Due to the pressing economic hardships, a combination of a poor reading culture and sheer ignorance, we have been discouraged to speak out against the inhumanity of the white Rhodesian CBW programme.

"During raids on guerrilla bases, poisoned food and medicine would be left.

Warfarin, another rat poison, was put into food in Zanla camps in Sofala Province in 1977 and 1978, with some deaths," a defence and security analyst wrote.

"From 1975, the CBW team used Selous Scouts bases at Mt Darwin and Bindura.

"Testing to determine the lethal dose of various poisons was done on captured guerrillas and supporters held at these bases, and bodies were dumped in a nearby mine. The testing, for example, showed that parathion had to be mixed with dimethyl sulfoxide (DMSO) to increase absorption and lethality.

"The CBW programme had links to a similar one in apartheid South Africa at the same time, and CBW experts report that South Africa was the conduit for up to $1 million per month of money from Saudi Arabia to the Rhodesian CIO."

Cross estimates that CBWs caused 15 percent of insurgent deaths, and notes "that rate of loss due to CBW use would be unprecedented in the history of warfare."

Security and defence researchers say the 1978-1979 anthrax outbreak by Rhodesian agents killed hundreds of thousands of cattle belonging to the black community.

They also say it caused considerable illness in the black population.

Even though correct figures where difficult to calculate, experts indicate that the outbreak affected more than 11 000 people, including an estimated 200 who died.

Sources interviewed by Cross indicate that the outbreak resulting from the intentional introduction of anthrax into "native areas" (communal areas) was made ostensibly to infect cattle and deprive insurgents of a source of food.

Soon after Independence, Rhodesian intelligence agents made every effort to destroy records and strategies that were employed under the CBW programme.

They wanted to make it impossible for the new Government in 1980 and researchers in the post-independence period to determine the complexity of the CBW programme and more importantly the responsibility of it.

Western foreign intelligence organisations have professed ignorance, but Zanla and Zipra war veterans still maintain that CIA and British operatives pretty much supported the Rhodesian chemical and biological warfare activities, albeit clandestinely.

But recent memoirs by former Rhodesian agents and declassified US and British government documents now highlight how Rhodesian and apartheid South Africa agents maimed and killed thousands of blacks in the fight against colonialism.

"Many of the victims' stories remain silent, killed with their unidentified bodies destroyed without a trace.

"Among the victims were at least 200 members of Namibia's liberation movement SWAPO (South West Africa People's Organisation), killed by lethal injection between 1979 and 1988. Several members of Renamo, Mozambique's rebel movement, were also killed by lethal injection in 1983.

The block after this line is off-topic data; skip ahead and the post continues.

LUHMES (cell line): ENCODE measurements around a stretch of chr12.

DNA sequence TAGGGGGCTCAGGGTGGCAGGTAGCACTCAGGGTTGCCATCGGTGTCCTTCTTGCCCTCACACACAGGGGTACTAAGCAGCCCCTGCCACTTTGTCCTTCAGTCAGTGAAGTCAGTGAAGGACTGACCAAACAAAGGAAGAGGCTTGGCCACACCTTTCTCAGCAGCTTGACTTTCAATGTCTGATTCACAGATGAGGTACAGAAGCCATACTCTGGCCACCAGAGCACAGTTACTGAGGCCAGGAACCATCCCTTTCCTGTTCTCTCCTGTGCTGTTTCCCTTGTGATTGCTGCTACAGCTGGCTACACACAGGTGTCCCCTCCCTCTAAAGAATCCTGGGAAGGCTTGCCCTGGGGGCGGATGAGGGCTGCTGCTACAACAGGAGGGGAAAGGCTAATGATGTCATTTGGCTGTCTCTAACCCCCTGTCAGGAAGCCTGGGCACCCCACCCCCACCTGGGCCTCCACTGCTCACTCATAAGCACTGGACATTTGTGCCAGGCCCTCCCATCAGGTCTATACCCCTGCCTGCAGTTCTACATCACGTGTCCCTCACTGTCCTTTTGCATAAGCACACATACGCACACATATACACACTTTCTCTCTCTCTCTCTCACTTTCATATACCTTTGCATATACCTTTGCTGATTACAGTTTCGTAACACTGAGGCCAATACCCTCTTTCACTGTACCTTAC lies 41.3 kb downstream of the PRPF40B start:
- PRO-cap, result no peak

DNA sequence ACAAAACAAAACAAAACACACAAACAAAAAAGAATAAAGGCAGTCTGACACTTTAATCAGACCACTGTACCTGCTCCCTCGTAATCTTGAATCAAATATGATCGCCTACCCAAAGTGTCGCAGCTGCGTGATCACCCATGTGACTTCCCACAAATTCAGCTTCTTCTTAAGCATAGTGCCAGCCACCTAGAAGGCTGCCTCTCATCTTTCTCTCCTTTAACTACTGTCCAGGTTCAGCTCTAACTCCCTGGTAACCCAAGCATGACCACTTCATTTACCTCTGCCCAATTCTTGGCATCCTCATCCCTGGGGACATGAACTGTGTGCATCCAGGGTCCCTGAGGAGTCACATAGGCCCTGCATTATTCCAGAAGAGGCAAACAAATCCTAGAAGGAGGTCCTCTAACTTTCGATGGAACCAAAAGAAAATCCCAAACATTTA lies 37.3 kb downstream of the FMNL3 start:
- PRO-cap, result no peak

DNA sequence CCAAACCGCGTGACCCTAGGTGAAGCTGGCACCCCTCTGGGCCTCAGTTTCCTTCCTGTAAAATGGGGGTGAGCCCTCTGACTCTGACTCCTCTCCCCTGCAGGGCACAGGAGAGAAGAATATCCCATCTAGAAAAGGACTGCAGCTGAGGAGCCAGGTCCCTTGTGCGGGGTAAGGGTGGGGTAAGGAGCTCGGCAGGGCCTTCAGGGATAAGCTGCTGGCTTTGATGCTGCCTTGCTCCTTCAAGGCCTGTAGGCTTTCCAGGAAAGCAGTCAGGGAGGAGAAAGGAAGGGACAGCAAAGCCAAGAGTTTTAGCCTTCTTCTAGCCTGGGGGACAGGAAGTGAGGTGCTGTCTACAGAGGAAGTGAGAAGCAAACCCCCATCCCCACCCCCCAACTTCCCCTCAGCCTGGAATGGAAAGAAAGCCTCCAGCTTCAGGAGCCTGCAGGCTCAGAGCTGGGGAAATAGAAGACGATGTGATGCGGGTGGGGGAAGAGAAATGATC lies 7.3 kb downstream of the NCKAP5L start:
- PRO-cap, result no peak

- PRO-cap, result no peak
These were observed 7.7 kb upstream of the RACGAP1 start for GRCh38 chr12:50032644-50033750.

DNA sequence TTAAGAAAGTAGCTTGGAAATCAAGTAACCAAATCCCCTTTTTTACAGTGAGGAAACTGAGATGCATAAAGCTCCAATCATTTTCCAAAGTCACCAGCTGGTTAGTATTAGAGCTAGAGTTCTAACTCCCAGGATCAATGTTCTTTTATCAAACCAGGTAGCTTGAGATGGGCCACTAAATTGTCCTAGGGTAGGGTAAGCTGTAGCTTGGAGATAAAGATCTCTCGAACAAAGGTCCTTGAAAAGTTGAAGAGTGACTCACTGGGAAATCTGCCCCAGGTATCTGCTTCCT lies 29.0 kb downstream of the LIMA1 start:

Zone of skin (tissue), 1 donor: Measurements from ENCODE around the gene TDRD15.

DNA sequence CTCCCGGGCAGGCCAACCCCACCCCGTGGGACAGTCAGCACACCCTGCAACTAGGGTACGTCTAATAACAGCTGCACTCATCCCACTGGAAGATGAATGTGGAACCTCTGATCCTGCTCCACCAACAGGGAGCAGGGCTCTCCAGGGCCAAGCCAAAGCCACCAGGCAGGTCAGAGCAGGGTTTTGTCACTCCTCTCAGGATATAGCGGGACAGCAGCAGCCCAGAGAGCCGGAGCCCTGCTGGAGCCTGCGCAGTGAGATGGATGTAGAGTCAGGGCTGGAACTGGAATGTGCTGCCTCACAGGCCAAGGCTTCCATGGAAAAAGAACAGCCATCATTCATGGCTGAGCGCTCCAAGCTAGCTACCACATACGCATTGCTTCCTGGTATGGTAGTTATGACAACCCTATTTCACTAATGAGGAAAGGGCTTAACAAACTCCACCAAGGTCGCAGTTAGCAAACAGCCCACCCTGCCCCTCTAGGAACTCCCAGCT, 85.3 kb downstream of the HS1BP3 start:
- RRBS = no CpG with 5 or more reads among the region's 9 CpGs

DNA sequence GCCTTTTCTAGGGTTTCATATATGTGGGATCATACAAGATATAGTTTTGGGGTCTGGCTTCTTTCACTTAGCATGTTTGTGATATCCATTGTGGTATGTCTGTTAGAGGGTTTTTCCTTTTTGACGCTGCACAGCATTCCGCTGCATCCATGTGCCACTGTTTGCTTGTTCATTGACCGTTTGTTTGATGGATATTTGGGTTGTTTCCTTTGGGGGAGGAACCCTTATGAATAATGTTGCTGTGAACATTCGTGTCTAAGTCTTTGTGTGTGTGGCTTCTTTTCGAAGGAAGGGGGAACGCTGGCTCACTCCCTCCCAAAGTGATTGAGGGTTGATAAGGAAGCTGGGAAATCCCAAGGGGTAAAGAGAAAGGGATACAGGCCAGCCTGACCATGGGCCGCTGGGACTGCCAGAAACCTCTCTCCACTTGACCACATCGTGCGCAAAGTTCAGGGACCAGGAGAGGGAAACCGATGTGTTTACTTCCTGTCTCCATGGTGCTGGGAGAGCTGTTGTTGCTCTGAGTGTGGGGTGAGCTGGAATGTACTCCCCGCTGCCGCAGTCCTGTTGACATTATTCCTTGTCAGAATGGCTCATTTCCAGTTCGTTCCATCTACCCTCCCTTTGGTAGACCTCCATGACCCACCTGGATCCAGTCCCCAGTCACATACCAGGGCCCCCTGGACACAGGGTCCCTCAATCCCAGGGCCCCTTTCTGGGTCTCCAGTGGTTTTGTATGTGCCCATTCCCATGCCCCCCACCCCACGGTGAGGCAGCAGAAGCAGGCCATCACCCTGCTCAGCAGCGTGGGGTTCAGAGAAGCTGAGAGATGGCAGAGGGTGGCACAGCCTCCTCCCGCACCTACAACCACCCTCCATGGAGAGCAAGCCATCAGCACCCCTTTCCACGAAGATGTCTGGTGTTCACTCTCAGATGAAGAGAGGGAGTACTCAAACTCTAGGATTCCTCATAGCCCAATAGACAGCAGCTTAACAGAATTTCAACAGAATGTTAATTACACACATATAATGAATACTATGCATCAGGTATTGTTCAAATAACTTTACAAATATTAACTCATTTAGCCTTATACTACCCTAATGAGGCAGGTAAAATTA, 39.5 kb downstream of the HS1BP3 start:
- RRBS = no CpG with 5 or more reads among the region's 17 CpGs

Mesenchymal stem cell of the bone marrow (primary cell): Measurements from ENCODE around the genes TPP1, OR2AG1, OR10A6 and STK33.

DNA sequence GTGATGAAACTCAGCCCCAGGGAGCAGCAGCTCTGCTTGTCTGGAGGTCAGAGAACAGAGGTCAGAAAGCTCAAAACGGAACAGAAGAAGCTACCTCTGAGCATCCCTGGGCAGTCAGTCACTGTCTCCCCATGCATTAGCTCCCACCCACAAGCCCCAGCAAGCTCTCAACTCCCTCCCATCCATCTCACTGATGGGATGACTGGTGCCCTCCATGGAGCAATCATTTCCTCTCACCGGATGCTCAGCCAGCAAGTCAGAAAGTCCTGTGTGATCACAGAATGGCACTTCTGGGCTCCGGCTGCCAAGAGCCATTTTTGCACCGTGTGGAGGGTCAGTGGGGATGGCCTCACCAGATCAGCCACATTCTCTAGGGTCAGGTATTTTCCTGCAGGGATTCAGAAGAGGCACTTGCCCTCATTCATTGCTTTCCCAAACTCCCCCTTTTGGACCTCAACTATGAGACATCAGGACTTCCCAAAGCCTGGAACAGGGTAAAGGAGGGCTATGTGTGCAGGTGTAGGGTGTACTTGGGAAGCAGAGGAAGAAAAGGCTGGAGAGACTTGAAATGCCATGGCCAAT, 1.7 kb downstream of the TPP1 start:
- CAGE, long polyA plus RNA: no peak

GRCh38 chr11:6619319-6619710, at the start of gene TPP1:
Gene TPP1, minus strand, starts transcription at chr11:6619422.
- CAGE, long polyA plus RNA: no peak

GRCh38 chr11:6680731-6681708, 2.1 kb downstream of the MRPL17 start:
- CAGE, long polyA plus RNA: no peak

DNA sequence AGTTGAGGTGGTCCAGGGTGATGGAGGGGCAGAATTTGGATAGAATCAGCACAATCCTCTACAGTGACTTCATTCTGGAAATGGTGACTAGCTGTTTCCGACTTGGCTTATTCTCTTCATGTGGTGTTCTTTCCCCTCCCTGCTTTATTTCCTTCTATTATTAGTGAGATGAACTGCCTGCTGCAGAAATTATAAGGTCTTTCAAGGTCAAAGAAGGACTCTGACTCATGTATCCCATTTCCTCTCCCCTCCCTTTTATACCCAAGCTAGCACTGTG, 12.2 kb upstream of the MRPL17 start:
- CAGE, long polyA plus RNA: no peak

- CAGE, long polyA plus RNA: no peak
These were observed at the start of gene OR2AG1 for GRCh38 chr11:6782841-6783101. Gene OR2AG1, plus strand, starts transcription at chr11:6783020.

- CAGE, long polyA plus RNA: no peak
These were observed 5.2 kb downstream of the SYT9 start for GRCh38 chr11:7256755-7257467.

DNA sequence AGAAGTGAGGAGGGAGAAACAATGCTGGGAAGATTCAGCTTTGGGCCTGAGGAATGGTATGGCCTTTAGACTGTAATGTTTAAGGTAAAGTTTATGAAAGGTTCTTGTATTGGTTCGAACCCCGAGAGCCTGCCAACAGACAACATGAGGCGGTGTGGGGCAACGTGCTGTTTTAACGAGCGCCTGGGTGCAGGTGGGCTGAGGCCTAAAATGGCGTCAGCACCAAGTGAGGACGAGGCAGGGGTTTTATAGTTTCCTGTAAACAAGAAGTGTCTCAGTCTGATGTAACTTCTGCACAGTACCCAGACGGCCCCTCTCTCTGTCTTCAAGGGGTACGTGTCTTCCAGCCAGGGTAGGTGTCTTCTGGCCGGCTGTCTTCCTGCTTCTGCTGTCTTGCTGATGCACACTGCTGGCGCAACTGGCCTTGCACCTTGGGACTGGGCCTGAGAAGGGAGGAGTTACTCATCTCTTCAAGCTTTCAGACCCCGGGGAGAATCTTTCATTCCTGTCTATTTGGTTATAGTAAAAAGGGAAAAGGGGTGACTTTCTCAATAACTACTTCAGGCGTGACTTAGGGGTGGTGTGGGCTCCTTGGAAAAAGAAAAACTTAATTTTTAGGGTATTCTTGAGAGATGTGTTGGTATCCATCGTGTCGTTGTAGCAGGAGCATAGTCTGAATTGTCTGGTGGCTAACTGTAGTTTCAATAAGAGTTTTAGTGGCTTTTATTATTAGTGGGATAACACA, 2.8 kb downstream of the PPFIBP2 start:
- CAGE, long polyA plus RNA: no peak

"Some, like the senior ANC' leaders Pallo Jordan and Ronnie Kasrils, lived to tell the tale when assassinations by poisoned umbrellas and then a 'modified' screwdriver, failed," wrote Lynsey Chutel in 2016, in an article titled: "Decades later, apartheid South Africa's chemical and biological weapons programme is still hidden."

The Zimbabwe African National Union (ZANU) led by Robert Mugabe and operating from Mozambique and the Zimbabwe African People's Union (ZAPU) led by Joshua Nkomo and operating from Zambia led the armed struggle against the Smith regime.

The 16-year protracted armed struggle claimed the lives of more than 20 000 people, other war veterans put the figure at up to 40 000 -- all war-related deaths.

Losses in the Rhodesian security forces were put at 1 120 dead, while some 500 white civilians were killed by guerrillas, including 107 passengers in two Air Rhodesia airliners shot down by Zipra fighters.

All this point to the need for further research in understanding the Rhodesian CBW programme and its linkages to the current debate on the origins of Aids and the deepening problem of anthrax and cholera in Zimbabwe.

James Baldwin once said: "History is not about the past. It's about the present.

"We take it with us, we cannot escape our history . . . It is through this prism of our history that we see the world.

"What was done in the past and the present affects us now whether directly or indirectly."

His message is quite instructive and calls on all Africans to firmly understand their history - the injustices perpetrated against them as well their current predicament characterised by self-hate, poor understanding of their history and the common enemy against Africa's interest and agenda.